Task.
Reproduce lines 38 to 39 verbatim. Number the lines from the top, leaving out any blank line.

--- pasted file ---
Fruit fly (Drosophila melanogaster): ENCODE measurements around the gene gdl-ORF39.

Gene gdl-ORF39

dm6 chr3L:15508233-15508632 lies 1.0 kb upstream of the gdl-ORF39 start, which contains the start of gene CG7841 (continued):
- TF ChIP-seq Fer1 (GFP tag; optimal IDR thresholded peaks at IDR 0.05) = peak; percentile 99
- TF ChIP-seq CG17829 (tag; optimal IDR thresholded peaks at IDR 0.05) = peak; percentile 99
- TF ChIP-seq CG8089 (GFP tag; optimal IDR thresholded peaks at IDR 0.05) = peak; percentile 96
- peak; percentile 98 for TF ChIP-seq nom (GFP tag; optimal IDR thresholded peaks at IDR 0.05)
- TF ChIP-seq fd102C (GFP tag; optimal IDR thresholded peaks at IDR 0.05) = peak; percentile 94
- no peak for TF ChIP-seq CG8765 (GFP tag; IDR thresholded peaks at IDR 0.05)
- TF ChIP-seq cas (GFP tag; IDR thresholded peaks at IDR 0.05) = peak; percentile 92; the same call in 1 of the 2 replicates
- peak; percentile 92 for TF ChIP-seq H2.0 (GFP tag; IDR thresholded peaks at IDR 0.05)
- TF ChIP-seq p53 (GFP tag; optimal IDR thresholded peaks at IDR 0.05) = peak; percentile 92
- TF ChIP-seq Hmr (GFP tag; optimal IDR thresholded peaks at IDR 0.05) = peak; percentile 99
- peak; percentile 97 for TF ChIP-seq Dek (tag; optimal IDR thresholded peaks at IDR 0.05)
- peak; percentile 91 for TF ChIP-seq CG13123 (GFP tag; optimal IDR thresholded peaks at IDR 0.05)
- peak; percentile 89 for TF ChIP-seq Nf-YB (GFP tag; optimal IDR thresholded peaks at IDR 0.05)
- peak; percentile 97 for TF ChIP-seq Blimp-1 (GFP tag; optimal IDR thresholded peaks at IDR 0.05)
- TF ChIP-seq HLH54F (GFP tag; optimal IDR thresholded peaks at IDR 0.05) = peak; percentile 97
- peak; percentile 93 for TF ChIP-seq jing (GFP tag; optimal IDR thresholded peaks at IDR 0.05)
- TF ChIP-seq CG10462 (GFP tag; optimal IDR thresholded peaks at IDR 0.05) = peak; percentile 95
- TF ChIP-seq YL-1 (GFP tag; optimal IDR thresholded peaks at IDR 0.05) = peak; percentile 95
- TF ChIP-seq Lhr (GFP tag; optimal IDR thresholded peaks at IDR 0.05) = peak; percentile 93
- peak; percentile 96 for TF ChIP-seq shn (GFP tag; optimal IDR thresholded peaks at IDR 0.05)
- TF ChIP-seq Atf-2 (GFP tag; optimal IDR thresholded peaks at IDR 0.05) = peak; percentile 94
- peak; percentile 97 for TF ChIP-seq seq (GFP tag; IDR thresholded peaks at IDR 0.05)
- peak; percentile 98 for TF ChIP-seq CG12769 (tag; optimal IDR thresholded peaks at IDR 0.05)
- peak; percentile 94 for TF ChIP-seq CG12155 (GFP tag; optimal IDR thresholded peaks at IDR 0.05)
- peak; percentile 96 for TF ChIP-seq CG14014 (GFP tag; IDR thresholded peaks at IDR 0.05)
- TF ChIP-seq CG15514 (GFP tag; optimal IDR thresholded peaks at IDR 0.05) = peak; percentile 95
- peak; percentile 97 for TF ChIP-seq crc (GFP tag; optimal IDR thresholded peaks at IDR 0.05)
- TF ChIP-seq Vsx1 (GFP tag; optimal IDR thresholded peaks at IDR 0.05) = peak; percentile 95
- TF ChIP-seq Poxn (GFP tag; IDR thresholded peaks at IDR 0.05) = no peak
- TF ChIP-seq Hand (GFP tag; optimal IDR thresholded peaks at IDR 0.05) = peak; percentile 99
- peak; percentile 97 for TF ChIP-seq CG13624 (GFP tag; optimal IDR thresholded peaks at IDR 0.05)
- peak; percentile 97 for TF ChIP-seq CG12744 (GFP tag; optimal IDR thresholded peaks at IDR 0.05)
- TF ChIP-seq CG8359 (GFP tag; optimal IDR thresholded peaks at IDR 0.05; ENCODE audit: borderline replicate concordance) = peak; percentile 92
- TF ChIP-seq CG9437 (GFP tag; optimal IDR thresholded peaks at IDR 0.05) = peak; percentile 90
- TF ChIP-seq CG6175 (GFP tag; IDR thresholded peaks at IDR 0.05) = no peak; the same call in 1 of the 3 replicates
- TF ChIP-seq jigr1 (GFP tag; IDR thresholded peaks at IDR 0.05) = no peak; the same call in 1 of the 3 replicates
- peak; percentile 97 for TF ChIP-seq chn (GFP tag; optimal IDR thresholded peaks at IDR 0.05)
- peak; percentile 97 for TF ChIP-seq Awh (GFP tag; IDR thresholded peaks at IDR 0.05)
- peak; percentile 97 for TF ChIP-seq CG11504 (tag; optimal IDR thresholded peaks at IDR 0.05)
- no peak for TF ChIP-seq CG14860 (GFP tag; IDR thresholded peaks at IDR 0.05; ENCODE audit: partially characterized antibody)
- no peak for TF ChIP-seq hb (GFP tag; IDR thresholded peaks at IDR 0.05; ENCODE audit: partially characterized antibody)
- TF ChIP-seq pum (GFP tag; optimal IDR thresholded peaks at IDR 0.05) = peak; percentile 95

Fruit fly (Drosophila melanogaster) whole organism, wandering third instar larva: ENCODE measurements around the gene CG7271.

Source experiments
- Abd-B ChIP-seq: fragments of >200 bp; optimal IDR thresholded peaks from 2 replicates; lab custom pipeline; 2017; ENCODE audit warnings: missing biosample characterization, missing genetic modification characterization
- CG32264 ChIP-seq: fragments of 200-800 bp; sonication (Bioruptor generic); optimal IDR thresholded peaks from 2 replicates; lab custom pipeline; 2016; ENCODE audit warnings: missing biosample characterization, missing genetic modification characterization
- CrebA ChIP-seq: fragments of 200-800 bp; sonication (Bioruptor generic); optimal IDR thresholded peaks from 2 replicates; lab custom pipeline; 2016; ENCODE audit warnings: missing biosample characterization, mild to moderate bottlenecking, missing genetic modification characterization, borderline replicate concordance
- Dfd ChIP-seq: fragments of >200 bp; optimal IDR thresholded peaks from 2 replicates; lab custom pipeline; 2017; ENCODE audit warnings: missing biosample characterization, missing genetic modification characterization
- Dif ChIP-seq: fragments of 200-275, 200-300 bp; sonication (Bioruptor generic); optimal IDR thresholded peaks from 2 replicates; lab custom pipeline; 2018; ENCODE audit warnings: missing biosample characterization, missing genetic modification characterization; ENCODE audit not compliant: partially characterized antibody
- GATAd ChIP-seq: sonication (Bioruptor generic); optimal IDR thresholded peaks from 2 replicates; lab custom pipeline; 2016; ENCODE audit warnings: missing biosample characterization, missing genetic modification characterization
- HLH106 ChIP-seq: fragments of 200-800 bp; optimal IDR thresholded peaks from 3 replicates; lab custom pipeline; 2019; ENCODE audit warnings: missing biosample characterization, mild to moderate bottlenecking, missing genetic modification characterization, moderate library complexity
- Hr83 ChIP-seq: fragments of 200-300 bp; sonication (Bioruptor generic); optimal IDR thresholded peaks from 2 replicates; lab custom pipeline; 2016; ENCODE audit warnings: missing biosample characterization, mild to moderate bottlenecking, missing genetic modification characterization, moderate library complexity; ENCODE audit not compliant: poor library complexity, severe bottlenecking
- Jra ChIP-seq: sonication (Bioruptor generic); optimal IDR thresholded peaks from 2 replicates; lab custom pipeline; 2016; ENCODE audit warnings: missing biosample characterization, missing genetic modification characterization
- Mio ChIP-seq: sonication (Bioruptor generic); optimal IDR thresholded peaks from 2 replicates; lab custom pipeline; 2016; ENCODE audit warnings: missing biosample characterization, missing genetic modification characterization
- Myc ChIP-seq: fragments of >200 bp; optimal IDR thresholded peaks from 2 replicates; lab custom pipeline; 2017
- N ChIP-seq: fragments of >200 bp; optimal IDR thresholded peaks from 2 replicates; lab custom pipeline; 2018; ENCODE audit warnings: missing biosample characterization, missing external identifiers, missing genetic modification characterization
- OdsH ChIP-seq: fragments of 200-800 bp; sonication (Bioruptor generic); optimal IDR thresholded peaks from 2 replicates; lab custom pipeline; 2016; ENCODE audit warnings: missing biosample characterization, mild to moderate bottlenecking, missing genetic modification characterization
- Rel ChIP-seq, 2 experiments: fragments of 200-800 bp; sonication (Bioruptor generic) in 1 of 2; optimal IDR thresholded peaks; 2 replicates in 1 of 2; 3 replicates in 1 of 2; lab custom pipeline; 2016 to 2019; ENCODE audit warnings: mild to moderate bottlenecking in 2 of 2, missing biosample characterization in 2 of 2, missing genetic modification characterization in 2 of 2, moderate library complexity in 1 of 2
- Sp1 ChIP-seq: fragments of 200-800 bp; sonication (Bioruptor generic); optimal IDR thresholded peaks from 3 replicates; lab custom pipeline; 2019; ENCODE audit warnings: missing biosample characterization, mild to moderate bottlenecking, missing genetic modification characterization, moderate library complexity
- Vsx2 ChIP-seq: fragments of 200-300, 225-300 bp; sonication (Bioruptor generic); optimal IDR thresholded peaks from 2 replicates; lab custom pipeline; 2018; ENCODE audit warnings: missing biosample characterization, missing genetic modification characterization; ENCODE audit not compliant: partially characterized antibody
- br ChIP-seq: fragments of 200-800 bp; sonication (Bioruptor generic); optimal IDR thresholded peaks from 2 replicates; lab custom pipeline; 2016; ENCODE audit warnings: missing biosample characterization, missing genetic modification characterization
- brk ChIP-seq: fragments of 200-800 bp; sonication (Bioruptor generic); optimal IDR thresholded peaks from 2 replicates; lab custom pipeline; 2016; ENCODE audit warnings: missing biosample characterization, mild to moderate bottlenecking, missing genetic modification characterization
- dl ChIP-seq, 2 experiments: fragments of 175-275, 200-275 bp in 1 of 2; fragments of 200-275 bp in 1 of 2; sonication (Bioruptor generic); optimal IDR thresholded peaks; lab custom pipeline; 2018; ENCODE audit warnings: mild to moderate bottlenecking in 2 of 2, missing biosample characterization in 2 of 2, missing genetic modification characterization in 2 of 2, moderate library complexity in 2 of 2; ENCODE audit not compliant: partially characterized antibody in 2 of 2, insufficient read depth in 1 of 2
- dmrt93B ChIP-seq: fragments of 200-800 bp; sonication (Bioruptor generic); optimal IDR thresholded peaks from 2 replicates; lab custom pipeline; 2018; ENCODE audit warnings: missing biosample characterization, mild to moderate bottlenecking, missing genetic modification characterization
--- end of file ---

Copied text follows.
- TF ChIP-seq CG6175 (GFP tag; IDR thresholded peaks at IDR 0.05) = no peak; the same call in 1 of the 3 replicates
- TF ChIP-seq jigr1 (GFP tag; IDR thresholded peaks at IDR 0.05) = no peak; the same call in 1 of the 3 replicates